Forte Raises $725 Million to Match Blockchain Gaming Platform

Forte has raised $725 million for its hidden blockchain gaming platform, which will allow gaming companies to create compatible and interoperable blockchain games.

Forte Raises $725 Million to Match Blockchain Gaming Platform

Forte has raised $725 million for its hidden blockchain gaming platform, which will allow gaming companies to create compatible and interoperable blockchain games. The deal with Forte came shortly after other NFT gaming companies such as Animoca Brands, Mythical Games, Dapper Labs, and Sky Mavis reached unicorn status (over $1 billion). All of these companies create games based on blockchain, a secure and transparent digital ledger that allows the use of cryptocurrencies and unique items such as single or non-fungible tokens (NFTs). One of the main investors here was C, the owner of the Garena company, which runs the huge free-to-play game Free Fire.

But since Forte is a two-year-old, I can't think of any other gaming startup that raised that much money so early in the company's history. CEO Josh Williams said in an email to GamesBeat that the company has more than 200 employees, including experts in gaming, blockchain technology, and compliance. Forte isn't just making games like this, it's an infrastructure company that uses blockchain technology to create a new kind of gaming economy.

It does the same thing as a cryptocurrency wallet that blockchain games use to store players' tokens. The wallet must be secure and be able to convert the currency you are using in the form of cryptocurrency tokens into various types of cryptocurrencies such as Ethereum or Bitcoin, which in turn can be converted into fiat currencies such as US Dollars. Forte's mission is to move this work to the gaming companies themselves and help them migrate to blockchain gaming.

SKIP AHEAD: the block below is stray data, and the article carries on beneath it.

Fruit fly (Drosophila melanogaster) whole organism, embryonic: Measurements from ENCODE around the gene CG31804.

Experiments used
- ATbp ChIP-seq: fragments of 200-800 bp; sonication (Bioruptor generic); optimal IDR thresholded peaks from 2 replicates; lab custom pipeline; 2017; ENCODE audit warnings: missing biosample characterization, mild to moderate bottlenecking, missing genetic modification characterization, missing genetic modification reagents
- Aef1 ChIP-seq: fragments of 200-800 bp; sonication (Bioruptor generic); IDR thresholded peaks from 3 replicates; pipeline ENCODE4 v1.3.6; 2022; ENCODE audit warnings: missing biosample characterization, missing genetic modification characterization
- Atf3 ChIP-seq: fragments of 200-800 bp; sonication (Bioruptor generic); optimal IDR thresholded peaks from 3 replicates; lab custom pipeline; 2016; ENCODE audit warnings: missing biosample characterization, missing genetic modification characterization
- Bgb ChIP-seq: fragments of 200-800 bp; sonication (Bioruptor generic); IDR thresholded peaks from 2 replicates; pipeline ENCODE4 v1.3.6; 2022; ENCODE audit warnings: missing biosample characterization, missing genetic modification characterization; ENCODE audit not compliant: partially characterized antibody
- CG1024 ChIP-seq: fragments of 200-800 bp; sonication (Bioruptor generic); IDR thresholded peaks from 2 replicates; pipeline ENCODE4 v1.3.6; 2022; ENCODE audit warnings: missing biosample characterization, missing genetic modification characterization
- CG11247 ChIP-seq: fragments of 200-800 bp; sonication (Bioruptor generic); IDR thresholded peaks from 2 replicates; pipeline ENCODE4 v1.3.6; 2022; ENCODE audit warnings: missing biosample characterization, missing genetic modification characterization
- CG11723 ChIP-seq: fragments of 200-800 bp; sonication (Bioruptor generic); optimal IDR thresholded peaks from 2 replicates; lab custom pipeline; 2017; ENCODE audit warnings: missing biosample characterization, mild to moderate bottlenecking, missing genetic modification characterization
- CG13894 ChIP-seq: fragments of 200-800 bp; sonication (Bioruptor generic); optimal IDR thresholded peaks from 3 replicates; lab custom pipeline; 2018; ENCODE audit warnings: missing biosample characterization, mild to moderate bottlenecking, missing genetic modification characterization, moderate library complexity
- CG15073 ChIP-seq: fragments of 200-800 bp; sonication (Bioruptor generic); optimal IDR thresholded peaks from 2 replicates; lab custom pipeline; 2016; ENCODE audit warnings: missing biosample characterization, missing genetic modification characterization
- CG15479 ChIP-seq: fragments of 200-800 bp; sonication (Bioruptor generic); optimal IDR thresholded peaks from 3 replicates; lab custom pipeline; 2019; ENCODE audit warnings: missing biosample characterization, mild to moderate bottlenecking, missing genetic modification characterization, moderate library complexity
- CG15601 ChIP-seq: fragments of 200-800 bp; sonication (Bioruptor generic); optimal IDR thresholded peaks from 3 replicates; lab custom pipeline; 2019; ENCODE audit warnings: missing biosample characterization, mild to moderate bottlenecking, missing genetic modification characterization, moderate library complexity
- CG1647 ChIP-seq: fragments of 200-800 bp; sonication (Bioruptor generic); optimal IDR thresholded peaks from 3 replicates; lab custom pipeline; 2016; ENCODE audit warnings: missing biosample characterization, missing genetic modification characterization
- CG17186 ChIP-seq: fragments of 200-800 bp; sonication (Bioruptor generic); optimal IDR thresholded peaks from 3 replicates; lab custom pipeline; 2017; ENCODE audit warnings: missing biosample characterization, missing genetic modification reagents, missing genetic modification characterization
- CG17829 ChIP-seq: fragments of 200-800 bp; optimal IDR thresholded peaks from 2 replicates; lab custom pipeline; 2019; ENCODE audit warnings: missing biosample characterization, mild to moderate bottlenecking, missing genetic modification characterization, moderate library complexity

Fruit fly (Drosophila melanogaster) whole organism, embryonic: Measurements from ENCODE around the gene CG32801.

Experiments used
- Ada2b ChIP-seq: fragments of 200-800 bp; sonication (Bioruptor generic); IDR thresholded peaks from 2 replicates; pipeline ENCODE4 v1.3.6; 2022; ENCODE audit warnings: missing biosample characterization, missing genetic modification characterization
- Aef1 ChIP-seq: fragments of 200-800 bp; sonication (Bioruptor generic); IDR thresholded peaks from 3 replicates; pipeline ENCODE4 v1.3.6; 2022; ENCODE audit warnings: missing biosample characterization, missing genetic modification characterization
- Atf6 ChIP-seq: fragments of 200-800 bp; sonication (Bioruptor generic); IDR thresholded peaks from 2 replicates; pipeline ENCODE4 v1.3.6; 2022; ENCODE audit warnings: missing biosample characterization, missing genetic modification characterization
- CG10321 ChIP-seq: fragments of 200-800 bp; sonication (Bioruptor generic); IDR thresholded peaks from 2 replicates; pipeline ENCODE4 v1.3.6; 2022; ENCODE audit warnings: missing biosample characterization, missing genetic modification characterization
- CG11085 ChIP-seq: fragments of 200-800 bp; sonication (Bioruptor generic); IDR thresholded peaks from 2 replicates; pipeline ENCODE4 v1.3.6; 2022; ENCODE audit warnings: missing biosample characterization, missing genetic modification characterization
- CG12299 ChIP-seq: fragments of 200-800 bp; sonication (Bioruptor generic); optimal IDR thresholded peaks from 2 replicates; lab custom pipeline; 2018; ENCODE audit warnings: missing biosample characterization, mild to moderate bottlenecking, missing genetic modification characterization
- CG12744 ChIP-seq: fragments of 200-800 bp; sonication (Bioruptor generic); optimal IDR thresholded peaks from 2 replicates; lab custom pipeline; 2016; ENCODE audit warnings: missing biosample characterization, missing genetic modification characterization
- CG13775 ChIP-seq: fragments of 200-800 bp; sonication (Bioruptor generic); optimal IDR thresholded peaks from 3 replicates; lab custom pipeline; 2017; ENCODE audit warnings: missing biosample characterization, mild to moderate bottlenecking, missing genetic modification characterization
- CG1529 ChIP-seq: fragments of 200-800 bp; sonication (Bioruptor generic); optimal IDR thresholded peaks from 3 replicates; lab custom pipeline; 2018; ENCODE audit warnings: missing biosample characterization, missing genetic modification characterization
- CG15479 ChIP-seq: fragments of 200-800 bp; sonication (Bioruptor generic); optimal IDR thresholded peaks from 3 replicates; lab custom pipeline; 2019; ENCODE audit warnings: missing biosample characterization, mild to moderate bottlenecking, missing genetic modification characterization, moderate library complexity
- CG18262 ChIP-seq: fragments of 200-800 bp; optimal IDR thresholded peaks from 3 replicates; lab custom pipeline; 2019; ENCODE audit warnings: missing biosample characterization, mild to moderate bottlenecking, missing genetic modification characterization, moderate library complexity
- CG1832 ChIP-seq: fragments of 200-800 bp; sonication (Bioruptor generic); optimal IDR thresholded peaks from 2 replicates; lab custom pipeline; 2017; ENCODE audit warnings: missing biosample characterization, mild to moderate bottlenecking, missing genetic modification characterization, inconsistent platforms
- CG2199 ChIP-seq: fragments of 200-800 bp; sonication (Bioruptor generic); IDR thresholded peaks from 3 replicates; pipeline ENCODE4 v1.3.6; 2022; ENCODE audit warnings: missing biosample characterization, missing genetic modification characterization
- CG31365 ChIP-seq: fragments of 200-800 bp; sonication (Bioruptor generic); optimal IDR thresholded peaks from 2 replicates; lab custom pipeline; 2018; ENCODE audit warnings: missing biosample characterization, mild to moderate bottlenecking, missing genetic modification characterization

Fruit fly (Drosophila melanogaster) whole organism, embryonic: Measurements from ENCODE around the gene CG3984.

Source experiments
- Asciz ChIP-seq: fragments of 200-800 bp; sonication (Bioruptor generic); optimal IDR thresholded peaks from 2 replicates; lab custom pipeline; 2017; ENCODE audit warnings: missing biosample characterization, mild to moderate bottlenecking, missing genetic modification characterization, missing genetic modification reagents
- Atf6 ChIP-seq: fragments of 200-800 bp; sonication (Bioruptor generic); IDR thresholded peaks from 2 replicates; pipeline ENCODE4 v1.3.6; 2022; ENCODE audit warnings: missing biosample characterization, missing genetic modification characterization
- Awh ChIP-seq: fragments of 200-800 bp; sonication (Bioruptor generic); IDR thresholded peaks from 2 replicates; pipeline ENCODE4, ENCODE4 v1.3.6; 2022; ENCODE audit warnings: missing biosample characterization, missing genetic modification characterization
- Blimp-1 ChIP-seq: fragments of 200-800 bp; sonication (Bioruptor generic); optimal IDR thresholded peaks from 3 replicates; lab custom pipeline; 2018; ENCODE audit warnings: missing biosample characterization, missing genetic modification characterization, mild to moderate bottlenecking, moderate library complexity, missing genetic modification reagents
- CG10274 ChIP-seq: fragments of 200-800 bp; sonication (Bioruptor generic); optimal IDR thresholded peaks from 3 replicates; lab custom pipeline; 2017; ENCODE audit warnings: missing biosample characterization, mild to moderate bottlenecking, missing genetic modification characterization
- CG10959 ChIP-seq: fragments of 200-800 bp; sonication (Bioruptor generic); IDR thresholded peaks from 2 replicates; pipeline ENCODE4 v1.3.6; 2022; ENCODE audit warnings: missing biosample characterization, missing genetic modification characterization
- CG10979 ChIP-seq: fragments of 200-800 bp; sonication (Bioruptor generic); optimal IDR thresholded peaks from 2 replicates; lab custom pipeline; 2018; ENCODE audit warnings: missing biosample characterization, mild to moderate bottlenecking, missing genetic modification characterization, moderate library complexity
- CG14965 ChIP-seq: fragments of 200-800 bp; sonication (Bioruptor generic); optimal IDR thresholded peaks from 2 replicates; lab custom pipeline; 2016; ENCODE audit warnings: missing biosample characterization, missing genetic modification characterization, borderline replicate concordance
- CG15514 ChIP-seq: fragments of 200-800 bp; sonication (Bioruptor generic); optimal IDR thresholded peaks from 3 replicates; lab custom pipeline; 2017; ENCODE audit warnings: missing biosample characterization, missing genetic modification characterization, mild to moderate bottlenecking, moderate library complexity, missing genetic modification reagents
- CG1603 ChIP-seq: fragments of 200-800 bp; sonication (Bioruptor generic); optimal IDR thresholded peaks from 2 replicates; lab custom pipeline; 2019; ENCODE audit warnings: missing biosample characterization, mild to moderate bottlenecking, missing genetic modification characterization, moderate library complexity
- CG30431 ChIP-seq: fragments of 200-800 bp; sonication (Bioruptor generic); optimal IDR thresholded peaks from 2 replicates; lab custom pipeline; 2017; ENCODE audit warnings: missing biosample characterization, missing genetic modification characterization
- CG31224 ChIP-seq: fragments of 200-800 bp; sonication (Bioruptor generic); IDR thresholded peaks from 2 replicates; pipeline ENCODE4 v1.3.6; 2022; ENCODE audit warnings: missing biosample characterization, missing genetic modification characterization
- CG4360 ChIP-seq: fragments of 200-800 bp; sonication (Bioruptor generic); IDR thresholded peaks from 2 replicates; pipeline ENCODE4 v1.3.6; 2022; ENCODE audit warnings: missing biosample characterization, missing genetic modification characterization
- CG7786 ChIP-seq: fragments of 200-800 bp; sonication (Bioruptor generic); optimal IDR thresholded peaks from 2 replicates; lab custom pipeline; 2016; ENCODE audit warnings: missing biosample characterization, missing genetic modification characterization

This is mainly about the possibility of digital ownership of goods in the game. On the other hand, in today's traditional games, things that cannot be returned even if money is put into the game are like slaves who rent land and work for a lord who does not own it. For example, in free games, you can purchase items with real money. However, they cannot be removed from the game or sold to other players. It's like renting this item from the game publisher, rather than buying this item and getting an ownership advantage.

Forte's roots go back to 2019 when it was founded by Kevin Chow and Josh Williams. Chou raised mobile game publisher Kabam's annual sales to $400 million and 1,000 employees, then split it up to Netmarble and FoxNext Games (now owned by Scopely) for nearly $1 billion. He also co-founded the esports organization, Gen.G, with former Kabam COO Kent Wakeford and co-founders of Rally. Rally creates a blockchain-based token that allows creators and influencers to reward fans. Chow's credibility is one of the reasons Forte has gained that momentum and one of the reasons it works with several gaming companies. After Rally was created, Chow moved to Rally and Williams focused on driving the Forte.